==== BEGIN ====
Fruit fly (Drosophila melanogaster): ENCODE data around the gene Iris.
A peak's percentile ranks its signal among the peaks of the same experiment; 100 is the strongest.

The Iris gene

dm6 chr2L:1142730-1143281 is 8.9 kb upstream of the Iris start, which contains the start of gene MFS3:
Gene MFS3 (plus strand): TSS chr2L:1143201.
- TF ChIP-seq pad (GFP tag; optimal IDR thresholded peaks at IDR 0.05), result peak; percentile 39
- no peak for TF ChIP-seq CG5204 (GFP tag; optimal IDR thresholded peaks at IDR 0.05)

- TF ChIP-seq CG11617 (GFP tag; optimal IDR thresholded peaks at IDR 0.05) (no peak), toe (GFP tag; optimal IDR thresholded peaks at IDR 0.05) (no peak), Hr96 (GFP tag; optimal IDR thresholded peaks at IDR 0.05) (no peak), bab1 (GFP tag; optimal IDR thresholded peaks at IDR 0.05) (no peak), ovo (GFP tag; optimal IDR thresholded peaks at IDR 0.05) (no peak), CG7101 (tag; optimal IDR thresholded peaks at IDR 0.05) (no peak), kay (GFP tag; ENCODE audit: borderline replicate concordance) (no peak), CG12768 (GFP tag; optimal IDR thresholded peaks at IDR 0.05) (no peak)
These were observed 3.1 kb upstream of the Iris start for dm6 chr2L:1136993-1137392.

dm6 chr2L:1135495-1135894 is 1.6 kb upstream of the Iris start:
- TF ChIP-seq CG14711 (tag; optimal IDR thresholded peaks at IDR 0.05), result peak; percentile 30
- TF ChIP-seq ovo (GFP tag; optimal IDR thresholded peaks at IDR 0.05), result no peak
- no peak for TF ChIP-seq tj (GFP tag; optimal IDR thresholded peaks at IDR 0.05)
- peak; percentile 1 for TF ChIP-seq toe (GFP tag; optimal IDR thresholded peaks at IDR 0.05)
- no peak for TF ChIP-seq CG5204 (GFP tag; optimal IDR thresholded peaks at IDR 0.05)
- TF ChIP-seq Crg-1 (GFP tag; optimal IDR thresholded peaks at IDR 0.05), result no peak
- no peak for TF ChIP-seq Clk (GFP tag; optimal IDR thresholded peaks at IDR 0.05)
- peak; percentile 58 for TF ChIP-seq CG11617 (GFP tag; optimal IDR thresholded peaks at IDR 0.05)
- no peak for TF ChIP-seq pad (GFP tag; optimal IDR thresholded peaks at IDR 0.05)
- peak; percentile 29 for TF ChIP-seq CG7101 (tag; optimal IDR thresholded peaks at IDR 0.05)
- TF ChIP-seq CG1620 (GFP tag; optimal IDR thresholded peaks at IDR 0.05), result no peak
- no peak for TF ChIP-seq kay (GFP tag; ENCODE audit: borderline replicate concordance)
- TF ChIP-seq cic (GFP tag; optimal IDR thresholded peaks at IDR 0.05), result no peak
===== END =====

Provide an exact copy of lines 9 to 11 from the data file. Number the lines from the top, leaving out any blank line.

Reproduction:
These were observed 3.1 kb upstream of the Iris start for dm6 chr2L:1136993-1137392.

dm6 chr2L:1135495-1135894 is 1.6 kb upstream of the Iris start:
- TF ChIP-seq CG14711 (tag; optimal IDR thresholded peaks at IDR 0.05), result peak; percentile 30